The NFL star sparked controversy when he started kneeling during the national anthem to protest police brutality and racial inequality.
Merritt, who served multiple times in Iraq and Afghanistan, also took issue with the slogan accompanying Kaepernick's ad - "Believe in something, even if it means sacrificing everything". It's a handsome spot. "Are they trying to use their wealth and influence to attack law enforcement or just make some money by exploiting the attention this former quarterback is getting?"
"I think it's a bad message that [Nike] are sending and the objective of them doing it, maybe there's a reason for them doing it".
"I think Nike is trying to get out ahead of it and trying to do something special and I think they've done that", Woods said at the BMW Championship.
It is scheduled to air during the NFL's season opener between the Philadelphia Eagles and Atlanta Falcons, and celebrates Kaepernick and other athletes. "Some pretty powerful people in the spot".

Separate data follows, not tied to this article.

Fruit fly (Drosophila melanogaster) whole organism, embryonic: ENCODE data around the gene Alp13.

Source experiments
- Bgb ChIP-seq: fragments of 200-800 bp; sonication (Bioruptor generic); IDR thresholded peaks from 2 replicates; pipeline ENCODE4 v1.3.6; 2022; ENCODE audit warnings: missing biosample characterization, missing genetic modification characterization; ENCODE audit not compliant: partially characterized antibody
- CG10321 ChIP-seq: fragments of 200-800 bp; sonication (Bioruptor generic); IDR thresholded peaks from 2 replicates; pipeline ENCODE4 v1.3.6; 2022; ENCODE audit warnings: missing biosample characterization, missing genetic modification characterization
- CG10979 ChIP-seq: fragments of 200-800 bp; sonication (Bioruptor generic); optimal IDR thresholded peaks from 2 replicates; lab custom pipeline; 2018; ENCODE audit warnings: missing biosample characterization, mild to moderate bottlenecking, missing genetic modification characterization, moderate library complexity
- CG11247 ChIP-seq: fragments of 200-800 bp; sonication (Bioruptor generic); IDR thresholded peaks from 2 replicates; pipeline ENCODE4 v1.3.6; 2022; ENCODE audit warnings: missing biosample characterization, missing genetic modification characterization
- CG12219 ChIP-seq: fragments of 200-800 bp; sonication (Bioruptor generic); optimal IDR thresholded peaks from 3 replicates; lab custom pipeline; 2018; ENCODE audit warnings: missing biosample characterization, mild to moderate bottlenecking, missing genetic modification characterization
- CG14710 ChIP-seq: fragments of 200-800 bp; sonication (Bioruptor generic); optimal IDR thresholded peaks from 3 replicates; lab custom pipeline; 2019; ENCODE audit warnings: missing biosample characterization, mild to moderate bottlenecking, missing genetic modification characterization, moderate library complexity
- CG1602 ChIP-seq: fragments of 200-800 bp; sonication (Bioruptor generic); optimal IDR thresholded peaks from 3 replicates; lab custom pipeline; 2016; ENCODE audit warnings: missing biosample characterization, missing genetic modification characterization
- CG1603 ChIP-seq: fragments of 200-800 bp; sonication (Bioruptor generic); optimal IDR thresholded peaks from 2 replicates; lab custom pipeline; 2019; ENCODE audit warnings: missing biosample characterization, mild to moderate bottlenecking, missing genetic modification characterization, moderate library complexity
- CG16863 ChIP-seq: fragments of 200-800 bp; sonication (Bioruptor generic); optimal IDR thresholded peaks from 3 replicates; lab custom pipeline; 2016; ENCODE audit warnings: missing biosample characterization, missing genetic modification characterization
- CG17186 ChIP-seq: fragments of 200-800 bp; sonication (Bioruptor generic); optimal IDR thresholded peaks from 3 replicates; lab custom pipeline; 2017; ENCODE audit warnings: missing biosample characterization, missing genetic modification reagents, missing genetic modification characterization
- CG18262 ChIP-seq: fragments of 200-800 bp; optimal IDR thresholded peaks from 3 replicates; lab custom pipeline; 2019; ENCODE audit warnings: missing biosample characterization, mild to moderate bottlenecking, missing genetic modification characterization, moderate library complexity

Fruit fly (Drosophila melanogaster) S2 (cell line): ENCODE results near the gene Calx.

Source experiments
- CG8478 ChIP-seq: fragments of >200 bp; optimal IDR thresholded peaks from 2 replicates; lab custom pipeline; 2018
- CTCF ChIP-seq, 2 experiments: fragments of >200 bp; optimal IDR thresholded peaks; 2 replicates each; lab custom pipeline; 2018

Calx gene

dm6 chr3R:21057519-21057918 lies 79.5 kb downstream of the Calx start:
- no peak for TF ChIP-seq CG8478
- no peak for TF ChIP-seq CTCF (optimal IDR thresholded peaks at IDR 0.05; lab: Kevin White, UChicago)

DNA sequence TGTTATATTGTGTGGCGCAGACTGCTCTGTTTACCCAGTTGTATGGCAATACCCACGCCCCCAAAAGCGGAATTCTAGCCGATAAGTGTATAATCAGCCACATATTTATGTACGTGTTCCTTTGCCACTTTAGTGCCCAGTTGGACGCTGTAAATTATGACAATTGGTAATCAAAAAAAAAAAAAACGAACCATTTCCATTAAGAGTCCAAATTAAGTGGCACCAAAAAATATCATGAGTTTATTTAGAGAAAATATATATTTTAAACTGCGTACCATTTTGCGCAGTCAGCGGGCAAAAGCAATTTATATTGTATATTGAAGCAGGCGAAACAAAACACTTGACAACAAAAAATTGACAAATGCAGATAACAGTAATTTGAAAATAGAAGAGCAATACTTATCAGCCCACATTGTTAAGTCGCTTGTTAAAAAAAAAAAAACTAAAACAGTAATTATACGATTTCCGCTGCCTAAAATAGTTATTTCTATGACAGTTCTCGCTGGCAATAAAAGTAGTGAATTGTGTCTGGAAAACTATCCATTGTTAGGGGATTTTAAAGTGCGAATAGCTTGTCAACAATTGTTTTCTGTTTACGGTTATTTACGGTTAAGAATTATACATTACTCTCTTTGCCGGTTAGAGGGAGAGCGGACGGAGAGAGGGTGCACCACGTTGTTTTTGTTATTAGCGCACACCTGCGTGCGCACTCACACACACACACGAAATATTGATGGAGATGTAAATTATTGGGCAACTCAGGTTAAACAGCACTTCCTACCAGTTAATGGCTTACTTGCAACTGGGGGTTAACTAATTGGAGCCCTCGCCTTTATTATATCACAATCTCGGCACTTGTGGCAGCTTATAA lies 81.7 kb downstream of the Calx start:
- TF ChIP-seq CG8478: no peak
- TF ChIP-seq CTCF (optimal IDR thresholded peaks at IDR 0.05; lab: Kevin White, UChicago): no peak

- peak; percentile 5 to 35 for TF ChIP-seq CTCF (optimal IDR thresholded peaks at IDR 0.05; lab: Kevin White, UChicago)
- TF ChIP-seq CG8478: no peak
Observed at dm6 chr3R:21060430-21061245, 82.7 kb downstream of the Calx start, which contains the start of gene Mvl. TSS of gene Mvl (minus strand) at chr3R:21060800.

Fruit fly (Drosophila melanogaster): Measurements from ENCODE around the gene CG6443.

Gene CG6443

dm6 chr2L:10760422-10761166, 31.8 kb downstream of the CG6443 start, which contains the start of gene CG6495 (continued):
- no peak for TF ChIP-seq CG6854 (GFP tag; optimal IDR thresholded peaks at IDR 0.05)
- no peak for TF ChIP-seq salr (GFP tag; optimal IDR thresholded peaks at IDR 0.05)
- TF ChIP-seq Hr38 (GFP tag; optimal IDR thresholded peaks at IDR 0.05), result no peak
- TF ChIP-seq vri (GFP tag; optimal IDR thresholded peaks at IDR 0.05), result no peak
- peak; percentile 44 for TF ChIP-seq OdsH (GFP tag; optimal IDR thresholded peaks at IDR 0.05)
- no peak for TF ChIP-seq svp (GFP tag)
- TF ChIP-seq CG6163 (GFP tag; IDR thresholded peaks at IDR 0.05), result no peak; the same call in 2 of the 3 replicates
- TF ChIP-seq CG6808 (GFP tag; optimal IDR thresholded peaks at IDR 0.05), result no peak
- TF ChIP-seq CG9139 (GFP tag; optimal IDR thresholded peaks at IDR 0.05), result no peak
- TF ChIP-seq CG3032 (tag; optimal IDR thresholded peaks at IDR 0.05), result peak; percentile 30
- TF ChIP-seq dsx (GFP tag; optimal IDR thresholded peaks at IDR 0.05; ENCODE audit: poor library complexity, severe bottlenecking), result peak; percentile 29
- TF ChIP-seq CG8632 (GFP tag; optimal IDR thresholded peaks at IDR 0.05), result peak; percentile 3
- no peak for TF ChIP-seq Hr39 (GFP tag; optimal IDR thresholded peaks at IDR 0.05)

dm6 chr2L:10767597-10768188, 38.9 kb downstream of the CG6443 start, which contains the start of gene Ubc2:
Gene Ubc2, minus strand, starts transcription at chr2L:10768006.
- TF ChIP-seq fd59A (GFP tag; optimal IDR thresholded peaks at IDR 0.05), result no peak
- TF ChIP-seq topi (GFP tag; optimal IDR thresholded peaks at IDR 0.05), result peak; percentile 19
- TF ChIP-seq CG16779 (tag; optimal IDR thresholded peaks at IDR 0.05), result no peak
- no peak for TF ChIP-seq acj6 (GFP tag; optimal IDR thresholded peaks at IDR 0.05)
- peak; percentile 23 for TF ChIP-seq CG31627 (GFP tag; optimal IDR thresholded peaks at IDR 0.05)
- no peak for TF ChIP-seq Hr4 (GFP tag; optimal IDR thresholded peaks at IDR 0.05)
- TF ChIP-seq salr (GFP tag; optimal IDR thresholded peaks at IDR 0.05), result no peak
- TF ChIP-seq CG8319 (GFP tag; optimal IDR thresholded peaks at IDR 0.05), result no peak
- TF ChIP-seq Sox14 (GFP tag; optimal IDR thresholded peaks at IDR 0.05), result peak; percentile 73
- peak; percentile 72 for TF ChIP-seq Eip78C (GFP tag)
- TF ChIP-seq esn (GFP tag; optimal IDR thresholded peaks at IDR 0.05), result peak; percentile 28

But although he is not in the latest Nike campaign, Woods gave the commercial a public thumbs up. "When corporate does things that are outside of golf and outside of my realm, that's what they do".More news: Bennet Officially Announces Opposition To Brett Kavanaugh Nomination
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The ad, which announced Kaepernick as the brand's newest face to help commemorate its 30th anniversary, shows the football player in a close-up black-and-white photo along with the words "Believe in something".
Despite an initial drop in their stock price, Nike Inc. looks to be increasing in sales after they dropped their controversial Colin Kaepernick advertisement.
President Trump, a critic of protests during the anthem, tweeted Friday, "What was Nike thinking?"
The endorsement deal between Nike and Kaepernick has unsurprisingly proven controversial, prompting some to call for a boycott of the company's products.
Brooks Koepka, the PGA Championship victor and two-time U.S. Open champ, said the biggest victor might be the publicity sparked for Nike.